The book addresses the literary events and personages of each year in that span through lists of births, deaths, publications, and major events, supported by quotations and a wonderful selection of author photos. It's a Anglophilic bibliophile's dream, a book nerd's delight, as the following rhapsodic passage from the preface suggests:
And while his pen is in hand, there is something else he can try, another use to which such an Almanac as this can be put. Or perhaps "use" is too serious a word; perhaps "game" is better, a personal game, to be played by one reader at a time, for his own sake, his own self-knowing. What it amounts to is relating the mainstream of Anglo-Americna literature to his own secret history. This is not as frivolous as it may sound. For each of us--in his own rememebring, at least, cannot help coloring all the august public events with his own homely private ones.Though I wasn't alive during any of the years covered by this almanac, I can see the appeal nonetheless of an imaginary almanac of my own years: twenty-two years old and reading the new Robert Fagles translation of the Odyssey at just the right time, when I was myself, like Odysseus but without the drama, trying to figure out where my home would be; twenty-three and employed at a small bookstore, setting down the Beckett I had been flipping through and slicing open the carton from Random House that contained the first English-language edition of The Wind-Up Bird Chronicle; twenty-six and plucking Helen DeWitt's The Last Samurai off the New Arrivals shelf at the library, then mere days later pressing it excitedly into the hands of my new wife; and so many, many more. Surely you have your own, too?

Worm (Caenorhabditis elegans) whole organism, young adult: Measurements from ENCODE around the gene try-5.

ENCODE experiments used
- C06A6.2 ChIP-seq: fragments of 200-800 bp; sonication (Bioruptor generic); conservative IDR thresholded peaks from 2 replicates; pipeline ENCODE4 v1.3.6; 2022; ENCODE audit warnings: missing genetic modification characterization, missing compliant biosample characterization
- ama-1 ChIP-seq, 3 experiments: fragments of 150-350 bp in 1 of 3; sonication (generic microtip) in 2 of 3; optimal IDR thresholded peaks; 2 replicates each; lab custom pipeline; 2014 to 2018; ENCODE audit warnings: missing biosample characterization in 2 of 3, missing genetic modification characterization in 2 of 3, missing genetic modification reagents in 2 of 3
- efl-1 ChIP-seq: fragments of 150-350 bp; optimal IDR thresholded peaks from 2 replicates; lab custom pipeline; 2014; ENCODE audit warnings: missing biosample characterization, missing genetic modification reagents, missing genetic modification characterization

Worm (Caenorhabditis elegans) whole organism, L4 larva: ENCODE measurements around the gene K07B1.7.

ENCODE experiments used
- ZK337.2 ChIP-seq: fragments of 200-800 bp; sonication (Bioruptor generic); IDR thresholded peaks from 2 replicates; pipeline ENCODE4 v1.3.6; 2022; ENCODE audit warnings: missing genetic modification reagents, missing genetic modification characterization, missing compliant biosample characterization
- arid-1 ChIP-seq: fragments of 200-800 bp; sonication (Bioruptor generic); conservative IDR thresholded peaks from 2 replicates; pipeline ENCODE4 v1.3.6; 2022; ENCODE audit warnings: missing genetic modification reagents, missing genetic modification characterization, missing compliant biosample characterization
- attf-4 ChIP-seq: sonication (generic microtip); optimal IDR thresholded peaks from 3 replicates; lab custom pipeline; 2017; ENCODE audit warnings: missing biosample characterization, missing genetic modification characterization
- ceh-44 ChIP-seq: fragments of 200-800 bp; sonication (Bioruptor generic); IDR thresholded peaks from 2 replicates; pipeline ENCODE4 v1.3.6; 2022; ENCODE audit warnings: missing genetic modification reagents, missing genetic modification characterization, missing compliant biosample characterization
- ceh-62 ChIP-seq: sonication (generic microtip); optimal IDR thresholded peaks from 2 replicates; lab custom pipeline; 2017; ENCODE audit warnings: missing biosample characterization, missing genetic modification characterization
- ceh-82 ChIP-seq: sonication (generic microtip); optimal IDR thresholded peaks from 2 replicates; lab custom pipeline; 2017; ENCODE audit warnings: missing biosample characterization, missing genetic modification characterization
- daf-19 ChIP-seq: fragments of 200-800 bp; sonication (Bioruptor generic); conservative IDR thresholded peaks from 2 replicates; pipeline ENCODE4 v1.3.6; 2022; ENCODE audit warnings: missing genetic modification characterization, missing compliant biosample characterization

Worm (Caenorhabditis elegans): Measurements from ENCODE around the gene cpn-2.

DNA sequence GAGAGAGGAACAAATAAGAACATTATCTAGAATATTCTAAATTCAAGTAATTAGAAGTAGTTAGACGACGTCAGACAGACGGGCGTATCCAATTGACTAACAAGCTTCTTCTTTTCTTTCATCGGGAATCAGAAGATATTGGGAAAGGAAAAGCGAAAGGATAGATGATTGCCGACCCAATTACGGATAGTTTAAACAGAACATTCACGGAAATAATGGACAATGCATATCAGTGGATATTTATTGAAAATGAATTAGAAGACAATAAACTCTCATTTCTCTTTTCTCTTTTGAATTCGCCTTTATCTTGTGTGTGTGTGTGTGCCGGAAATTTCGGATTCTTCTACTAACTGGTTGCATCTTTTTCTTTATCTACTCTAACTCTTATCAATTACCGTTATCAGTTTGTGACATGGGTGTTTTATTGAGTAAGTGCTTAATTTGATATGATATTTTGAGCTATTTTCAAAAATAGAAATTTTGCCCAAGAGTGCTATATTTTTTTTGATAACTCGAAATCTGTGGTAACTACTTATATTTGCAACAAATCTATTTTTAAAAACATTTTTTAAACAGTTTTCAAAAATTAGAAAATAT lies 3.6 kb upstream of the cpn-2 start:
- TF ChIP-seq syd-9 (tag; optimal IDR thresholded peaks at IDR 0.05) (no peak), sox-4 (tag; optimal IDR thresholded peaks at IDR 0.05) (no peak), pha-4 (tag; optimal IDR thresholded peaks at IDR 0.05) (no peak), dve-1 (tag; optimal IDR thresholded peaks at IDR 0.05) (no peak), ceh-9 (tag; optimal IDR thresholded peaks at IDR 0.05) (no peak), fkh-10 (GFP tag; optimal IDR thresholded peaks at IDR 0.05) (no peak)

Take a milestone from your own annals--your birthday, your graduation from college, your loss of virginity; a broken leg, a trip to Paris, your first cigarette--and see what was going on simultaneously around you that same year, or month, or week. It is an egocentric but also an exhilarating, harmless, and curiously satisfying experience. What it makes--or recovers--is a connection, a modest link, between your own life and literature's , a community, you might say, that has always been waiting there.
I'll write more about the pleasures of this book in the coming weeks; for now, you can read about Phelps at the Neglected Books Page, where I first learned of him, and in Michael Dirda's appreciation of him in the American Scholar.